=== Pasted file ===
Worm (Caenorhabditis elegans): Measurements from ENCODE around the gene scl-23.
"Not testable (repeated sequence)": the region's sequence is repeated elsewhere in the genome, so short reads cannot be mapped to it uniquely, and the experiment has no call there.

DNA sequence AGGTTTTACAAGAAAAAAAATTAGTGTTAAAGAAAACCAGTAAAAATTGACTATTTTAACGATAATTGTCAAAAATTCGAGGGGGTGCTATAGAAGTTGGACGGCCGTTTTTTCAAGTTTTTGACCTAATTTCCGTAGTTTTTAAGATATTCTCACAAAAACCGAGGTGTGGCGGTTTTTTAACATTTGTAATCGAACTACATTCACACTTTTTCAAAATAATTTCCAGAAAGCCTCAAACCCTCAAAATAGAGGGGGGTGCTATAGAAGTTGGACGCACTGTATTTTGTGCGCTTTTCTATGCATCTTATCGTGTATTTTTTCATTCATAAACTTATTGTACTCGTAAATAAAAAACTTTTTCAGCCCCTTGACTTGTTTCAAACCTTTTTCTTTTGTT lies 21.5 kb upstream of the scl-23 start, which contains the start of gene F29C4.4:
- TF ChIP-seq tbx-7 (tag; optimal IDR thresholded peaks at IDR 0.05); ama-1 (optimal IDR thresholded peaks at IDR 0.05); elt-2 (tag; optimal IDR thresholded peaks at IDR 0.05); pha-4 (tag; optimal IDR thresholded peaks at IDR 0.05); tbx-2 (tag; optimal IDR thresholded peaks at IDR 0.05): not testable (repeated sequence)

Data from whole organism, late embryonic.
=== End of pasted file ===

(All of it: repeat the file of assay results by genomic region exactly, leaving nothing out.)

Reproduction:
Worm (Caenorhabditis elegans): Measurements from ENCODE around the gene scl-23.
"Not testable (repeated sequence)": the region's sequence is repeated elsewhere in the genome, so short reads cannot be mapped to it uniquely, and the experiment has no call there.

DNA sequence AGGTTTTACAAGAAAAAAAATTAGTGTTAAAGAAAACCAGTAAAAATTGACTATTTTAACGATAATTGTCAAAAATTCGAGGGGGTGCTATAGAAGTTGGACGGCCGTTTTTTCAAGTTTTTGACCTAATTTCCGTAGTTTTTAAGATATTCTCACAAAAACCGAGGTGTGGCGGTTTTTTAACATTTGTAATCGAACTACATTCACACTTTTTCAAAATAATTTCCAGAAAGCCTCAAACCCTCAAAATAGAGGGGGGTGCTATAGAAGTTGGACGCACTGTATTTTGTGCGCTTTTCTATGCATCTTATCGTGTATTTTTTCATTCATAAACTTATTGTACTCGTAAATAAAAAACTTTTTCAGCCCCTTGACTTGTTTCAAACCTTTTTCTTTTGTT lies 21.5 kb upstream of the scl-23 start, which contains the start of gene F29C4.4:
- TF ChIP-seq tbx-7 (tag; optimal IDR thresholded peaks at IDR 0.05); ama-1 (optimal IDR thresholded peaks at IDR 0.05); elt-2 (tag; optimal IDR thresholded peaks at IDR 0.05); pha-4 (tag; optimal IDR thresholded peaks at IDR 0.05); tbx-2 (tag; optimal IDR thresholded peaks at IDR 0.05): not testable (repeated sequence)

Data from whole organism, late embryonic.